DISEASE, LIFE SAVING
If we accept that there could be a dangerous flu epidemic in the near future, what are the steps we need to take? The two issues are a) the ability to provide medicine b) the ability to provide vaccine to the population at risk.
issue of providing
medicine comes up immediately against patent monopoly. Roche has a
monopoly on the most common anti flu drug –– oseltamivir (called by its
name tamiflu), except in
if oseltamivir is
indeed a cure, then the issue is how should such patents be respected
there is a global threat of a pandemic? This brings up the issue of
Intellectual Property Rights and the current TRIPS regime. However,
enough provision in it for countries to break the patent monopoly in
of a pandemic and award compulsory licenses for oseltamivir. The
that they are too scared to buck the big pharmaceutical boys and the
governments that stand behind big pharma. Even
The other anti-flu drug is zanamivir (trade name Relenza). Unfortunately, it requires an inhaler to deliver the drug and is therefore not as easy to take as oseltamivir.
The key issue is therefore how to address the global patent monopoly of Roche. Cipla has indicated that it is willing to supply oseltamivir to other countries. However legal action by Roche could still remain a problem if countries do not issue a compulsory license and use this to buy oseltamivir from Cipla. For Cipla to ramp up production quickly to meet global demands may not be easy at short notice – so the patent scenario needs to be sorted out now.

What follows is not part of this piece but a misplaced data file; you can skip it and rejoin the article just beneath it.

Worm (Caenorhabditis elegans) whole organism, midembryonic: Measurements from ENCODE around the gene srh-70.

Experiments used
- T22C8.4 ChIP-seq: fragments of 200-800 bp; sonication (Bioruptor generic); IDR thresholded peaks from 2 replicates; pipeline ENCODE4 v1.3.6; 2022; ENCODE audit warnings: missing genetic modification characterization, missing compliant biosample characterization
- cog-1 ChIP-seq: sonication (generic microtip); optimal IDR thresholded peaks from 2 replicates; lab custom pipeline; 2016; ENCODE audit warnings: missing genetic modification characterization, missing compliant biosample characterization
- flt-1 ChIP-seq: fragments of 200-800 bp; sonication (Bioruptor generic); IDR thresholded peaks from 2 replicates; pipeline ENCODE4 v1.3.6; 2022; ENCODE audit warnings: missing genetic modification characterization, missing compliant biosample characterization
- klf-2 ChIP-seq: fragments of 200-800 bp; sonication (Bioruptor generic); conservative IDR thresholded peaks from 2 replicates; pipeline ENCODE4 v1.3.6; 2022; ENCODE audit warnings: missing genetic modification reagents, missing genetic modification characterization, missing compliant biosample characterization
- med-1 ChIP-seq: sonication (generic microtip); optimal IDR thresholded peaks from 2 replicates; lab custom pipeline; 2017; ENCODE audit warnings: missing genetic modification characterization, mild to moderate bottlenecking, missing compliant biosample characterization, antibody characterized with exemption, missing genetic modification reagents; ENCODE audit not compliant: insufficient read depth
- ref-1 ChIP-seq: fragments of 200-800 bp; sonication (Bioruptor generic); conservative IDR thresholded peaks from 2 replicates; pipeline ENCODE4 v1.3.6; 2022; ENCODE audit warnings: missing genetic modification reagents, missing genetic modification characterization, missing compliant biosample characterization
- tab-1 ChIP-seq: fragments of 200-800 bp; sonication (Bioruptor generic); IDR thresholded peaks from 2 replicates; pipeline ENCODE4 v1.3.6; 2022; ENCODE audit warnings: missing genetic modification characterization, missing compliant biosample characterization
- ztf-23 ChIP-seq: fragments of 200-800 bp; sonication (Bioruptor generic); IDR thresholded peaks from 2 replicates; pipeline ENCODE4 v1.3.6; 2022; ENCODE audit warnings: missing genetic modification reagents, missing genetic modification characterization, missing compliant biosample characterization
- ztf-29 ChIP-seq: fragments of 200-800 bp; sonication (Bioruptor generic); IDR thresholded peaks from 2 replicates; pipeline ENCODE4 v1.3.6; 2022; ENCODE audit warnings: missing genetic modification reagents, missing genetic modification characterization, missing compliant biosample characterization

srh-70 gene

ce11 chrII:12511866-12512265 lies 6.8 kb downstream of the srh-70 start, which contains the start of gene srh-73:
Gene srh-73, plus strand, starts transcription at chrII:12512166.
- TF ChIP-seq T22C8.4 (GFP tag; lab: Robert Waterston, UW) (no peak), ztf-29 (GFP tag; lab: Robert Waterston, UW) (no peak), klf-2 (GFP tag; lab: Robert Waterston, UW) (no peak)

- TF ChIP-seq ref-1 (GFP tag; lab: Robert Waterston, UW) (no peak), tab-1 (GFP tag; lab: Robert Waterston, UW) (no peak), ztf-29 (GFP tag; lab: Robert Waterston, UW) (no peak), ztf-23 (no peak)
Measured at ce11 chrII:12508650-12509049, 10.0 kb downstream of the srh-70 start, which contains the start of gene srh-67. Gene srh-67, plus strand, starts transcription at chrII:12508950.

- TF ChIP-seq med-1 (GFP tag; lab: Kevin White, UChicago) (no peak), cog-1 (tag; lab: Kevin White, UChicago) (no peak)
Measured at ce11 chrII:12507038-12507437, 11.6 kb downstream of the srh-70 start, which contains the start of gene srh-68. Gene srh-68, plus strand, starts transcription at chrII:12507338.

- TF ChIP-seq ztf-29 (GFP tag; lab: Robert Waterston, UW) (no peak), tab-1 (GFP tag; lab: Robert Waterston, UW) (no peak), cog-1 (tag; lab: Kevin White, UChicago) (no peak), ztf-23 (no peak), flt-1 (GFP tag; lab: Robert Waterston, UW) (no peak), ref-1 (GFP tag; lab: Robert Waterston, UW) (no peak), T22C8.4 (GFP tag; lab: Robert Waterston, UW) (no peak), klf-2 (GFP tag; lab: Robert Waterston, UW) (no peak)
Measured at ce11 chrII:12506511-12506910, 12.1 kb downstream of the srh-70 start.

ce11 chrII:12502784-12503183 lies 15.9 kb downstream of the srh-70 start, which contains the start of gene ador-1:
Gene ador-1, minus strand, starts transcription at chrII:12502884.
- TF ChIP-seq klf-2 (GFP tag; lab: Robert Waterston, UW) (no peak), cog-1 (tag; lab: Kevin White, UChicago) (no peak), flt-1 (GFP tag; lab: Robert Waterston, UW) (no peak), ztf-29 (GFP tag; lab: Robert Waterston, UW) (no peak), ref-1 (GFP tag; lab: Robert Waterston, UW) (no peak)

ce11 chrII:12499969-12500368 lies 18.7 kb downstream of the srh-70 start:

However, oseltamivir is not a magic bullet against flu. At best it will help serious cases somewhat and not effect an immediate cure for all flu victims. So prevention through vaccination is still the best line of defence against a flu pandemic.
Vaccines for the current flu strain may take some months to make. Producing it in adequate quantities for a major outbreak demands that vaccine production be ramped up drastically from the current capacity of 400 million doses annually. This is difficult to do quickly. Though WHO is meeting vaccine manufacturers and trying to generate the basic seed stock for the vaccine, the key question is should production of seasonal flu vaccine be diverted to production of swine flu variant. Since nobody has a reliable crystal ball from predicting the spread of swine flue, a choice between the two could rebound later.
is unfortunate that the
On the whole, the swine flu threat currently does not appear to pose a major threat of a pandemic killing millions. Unless it changes from now to September and appears in a far more virulent form. However, the swine flu issue does bring out the complexity in fighting disease today. It is not science but the mode of production and its juridical representation – Intellectual Property Rights – that stand in the way of combating disease. Science is the easy part, changing society is the far more difficult one.